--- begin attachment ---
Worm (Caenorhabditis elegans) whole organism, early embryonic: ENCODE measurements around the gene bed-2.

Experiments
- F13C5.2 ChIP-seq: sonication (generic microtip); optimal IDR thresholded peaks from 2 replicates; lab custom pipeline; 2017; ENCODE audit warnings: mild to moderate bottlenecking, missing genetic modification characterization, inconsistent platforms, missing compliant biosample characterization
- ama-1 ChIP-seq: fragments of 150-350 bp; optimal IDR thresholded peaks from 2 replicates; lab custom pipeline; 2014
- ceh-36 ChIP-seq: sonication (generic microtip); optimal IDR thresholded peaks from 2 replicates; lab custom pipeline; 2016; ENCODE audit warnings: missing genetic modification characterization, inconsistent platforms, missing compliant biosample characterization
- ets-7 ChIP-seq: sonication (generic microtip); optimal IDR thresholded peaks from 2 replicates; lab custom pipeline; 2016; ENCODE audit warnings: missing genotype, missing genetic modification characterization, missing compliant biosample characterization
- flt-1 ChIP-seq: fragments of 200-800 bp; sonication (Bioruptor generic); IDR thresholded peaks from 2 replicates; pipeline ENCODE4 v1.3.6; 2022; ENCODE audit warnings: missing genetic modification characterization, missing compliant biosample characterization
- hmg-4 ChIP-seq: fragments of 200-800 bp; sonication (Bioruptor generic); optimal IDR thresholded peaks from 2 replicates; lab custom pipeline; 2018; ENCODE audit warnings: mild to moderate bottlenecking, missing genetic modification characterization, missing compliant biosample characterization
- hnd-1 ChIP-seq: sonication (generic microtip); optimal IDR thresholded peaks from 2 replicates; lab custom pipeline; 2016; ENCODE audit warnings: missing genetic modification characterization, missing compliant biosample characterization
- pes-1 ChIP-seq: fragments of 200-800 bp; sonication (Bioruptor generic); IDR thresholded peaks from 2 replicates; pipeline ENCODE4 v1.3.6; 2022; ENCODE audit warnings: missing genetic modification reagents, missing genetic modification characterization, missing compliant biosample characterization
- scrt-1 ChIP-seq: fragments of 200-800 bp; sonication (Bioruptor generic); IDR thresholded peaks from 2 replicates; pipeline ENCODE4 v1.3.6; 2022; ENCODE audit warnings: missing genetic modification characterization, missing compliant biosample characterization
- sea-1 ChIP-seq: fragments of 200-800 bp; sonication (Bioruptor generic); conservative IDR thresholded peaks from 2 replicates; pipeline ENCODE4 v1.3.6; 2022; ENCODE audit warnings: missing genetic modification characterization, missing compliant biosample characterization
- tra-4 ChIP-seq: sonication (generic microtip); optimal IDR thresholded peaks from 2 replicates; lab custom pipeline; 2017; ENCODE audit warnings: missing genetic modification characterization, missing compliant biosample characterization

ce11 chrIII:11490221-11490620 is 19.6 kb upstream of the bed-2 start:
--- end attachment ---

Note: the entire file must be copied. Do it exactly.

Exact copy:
Worm (Caenorhabditis elegans) whole organism, early embryonic: ENCODE measurements around the gene bed-2.

Experiments
- F13C5.2 ChIP-seq: sonication (generic microtip); optimal IDR thresholded peaks from 2 replicates; lab custom pipeline; 2017; ENCODE audit warnings: mild to moderate bottlenecking, missing genetic modification characterization, inconsistent platforms, missing compliant biosample characterization
- ama-1 ChIP-seq: fragments of 150-350 bp; optimal IDR thresholded peaks from 2 replicates; lab custom pipeline; 2014
- ceh-36 ChIP-seq: sonication (generic microtip); optimal IDR thresholded peaks from 2 replicates; lab custom pipeline; 2016; ENCODE audit warnings: missing genetic modification characterization, inconsistent platforms, missing compliant biosample characterization
- ets-7 ChIP-seq: sonication (generic microtip); optimal IDR thresholded peaks from 2 replicates; lab custom pipeline; 2016; ENCODE audit warnings: missing genotype, missing genetic modification characterization, missing compliant biosample characterization
- flt-1 ChIP-seq: fragments of 200-800 bp; sonication (Bioruptor generic); IDR thresholded peaks from 2 replicates; pipeline ENCODE4 v1.3.6; 2022; ENCODE audit warnings: missing genetic modification characterization, missing compliant biosample characterization
- hmg-4 ChIP-seq: fragments of 200-800 bp; sonication (Bioruptor generic); optimal IDR thresholded peaks from 2 replicates; lab custom pipeline; 2018; ENCODE audit warnings: mild to moderate bottlenecking, missing genetic modification characterization, missing compliant biosample characterization
- hnd-1 ChIP-seq: sonication (generic microtip); optimal IDR thresholded peaks from 2 replicates; lab custom pipeline; 2016; ENCODE audit warnings: missing genetic modification characterization, missing compliant biosample characterization
- pes-1 ChIP-seq: fragments of 200-800 bp; sonication (Bioruptor generic); IDR thresholded peaks from 2 replicates; pipeline ENCODE4 v1.3.6; 2022; ENCODE audit warnings: missing genetic modification reagents, missing genetic modification characterization, missing compliant biosample characterization
- scrt-1 ChIP-seq: fragments of 200-800 bp; sonication (Bioruptor generic); IDR thresholded peaks from 2 replicates; pipeline ENCODE4 v1.3.6; 2022; ENCODE audit warnings: missing genetic modification characterization, missing compliant biosample characterization
- sea-1 ChIP-seq: fragments of 200-800 bp; sonication (Bioruptor generic); conservative IDR thresholded peaks from 2 replicates; pipeline ENCODE4 v1.3.6; 2022; ENCODE audit warnings: missing genetic modification characterization, missing compliant biosample characterization
- tra-4 ChIP-seq: sonication (generic microtip); optimal IDR thresholded peaks from 2 replicates; lab custom pipeline; 2017; ENCODE audit warnings: missing genetic modification characterization, missing compliant biosample characterization

ce11 chrIII:11490221-11490620 is 19.6 kb upstream of the bed-2 start: